About the Department of Gender and Women's Studies
The mission of the Department of Gender and Women's Studies at the University of Wisconsin-Madison is to expand our understanding and appreciation of women's lives and experiences both historically and in contemporary societies. We define education and learning in the broadest sense, including coursework, research, and a wide range of educational programs on and off campus.
We expect our efforts to be intellectually stimulating and to touch people's lives in important personal ways. As the Final Report of the University of Wisconsin System Task Force on Women's Studies wrote in 1974, a major objective of Women's Studies is "to raise the aspirations of women, expanding their sense of possible future alternatives and opportunities and their own capabilities. The concurrent purpose is to enable men to widen their spheres of development for they, too, have been limited by narrow traditional concepts of 'women's roles' and 'men's roles.'"
The Women's Studies Program was founded in 1975 during a period of activism and debate that extended across the University of Wisconsin System. Our Program was established with a unique structure that provided much of its strength. Whereas most other women's studies programs of the time could be described as structures designed to coordinate offerings of faculty from different departments, our program had from the start a degree of autonomy and resources that allowed us greater ability to define our own field, the content of our curriculum, and our own process for governance and decision-making.
Over the years we became a well-respected Program in the University as we grew and strengthened. In 2008, we became a Department, and changed our name from the Women's Studies Program to the Department of Gender and Women's Studies. Having begun with a small set of course offerings, the Department now lists over 100 courses, 79 of which are cross-listed from other departments. Not counting cross-listed courses, the Department offers 12-14 undergraduate and 1-2 exclusively graduate courses each semester, as well as a full summer program. In 1980 the Women's Studies Certificate was offered for the first time; by 1984 we were offering a Ph.D minor in Women's Studies. In 1986 we were authorized to enroll our first students as undergraduate majors in Women's Studies, and the Class of 1987 was our first graduating class. The LGBT Studies Certificate was offered for the first time in 2004. In the Fall of 2006, we welcomed our first class of Gender and Women's Studies Master's Degree students.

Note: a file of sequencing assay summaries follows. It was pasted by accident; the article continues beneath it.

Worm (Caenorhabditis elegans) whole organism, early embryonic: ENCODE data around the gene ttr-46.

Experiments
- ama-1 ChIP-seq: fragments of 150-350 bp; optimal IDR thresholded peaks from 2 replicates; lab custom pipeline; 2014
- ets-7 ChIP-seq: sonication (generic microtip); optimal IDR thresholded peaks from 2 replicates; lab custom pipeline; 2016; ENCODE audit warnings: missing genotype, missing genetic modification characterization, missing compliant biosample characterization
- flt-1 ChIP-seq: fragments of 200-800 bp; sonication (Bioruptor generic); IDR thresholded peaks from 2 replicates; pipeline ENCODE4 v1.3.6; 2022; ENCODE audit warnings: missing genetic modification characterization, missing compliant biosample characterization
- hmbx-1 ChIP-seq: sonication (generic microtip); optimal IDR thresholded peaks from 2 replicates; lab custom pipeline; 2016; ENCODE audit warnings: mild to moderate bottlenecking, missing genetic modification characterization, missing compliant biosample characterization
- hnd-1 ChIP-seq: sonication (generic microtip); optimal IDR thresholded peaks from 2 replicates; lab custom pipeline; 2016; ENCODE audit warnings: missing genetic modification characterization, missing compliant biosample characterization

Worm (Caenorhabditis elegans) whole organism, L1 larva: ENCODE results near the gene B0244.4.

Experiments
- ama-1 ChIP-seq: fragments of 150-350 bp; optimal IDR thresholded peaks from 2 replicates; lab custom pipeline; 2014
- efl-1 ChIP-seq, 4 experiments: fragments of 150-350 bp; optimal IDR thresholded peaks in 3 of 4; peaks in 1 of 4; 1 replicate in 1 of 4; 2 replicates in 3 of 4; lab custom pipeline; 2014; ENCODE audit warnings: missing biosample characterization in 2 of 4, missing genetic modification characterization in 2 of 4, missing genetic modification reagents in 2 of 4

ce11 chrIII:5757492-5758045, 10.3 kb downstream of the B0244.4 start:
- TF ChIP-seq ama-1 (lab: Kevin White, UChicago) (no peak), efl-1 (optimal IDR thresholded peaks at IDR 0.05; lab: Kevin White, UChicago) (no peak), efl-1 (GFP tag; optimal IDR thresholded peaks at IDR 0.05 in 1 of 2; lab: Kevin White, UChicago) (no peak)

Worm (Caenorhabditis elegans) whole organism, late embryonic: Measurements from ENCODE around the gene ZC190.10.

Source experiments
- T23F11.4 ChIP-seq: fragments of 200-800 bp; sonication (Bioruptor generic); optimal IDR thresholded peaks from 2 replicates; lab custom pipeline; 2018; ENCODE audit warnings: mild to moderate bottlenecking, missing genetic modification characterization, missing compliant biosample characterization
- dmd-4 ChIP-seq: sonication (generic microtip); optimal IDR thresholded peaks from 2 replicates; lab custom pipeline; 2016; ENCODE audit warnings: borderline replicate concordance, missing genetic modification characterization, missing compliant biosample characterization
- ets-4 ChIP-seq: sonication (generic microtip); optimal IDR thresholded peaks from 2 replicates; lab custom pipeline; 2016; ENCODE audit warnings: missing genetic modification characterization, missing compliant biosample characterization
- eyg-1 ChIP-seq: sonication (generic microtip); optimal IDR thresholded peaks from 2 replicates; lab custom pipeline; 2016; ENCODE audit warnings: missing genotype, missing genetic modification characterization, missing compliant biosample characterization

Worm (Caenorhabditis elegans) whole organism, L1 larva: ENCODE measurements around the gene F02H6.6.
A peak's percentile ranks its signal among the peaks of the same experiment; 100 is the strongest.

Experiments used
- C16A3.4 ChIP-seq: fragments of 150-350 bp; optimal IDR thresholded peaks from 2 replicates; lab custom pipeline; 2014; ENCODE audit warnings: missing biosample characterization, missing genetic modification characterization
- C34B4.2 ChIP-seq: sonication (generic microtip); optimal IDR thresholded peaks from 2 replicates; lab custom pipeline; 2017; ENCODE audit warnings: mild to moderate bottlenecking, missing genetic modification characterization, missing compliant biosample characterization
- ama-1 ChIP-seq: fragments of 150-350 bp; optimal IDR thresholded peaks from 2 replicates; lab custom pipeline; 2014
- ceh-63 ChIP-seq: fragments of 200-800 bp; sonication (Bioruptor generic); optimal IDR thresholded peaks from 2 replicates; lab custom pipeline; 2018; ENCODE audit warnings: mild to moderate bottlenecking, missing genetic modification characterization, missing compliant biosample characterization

The Department of Gender and Women's Studies has grown in other ways. Our faculty are well respected and active members of the scholarly community, with many influential publications to their record.
In 1977 the Center for Research on Gender and Women (originally the Women's Studies Research Center) was founded as the arm of the Department of Gender and Women's Studies devoted to encouraging and coordinating high-quality women's studies research on campus. The Department works to be a responsible member of the larger community, participating in feminist activities with educational implications on the University, local, state, national, and even international levels.
The Department of Gender and Women's Studies members see ourselves not merely as a University department in the traditional sense, but as a community of students of women's studies. We value diversity within our community and reflect many different understandings of women's studies, feminism, and education. Decision-making takes place largely in communities and in Department meetings. All who are committed to women's studies education are encouraged to become involved. For example, we have many "joint governance" faculty who do not teach directly for the department, but who are as involved in the department, including advising students and partaking in departmental decisions, as faculty members that are appointed in Gender and Women's Studies. We have affiliates that serve on an ad hoc basis on committees and who serve on MA thesis committees. We also have friends and alums that keep us engaged in various ways with the broader university, the Madison community and in national and global conversations. We also have friends and alumni that help to fund our small, but often life-changing endeavors. Please contact the Chair of Gender and Women's Studies to find out ways you may become involved.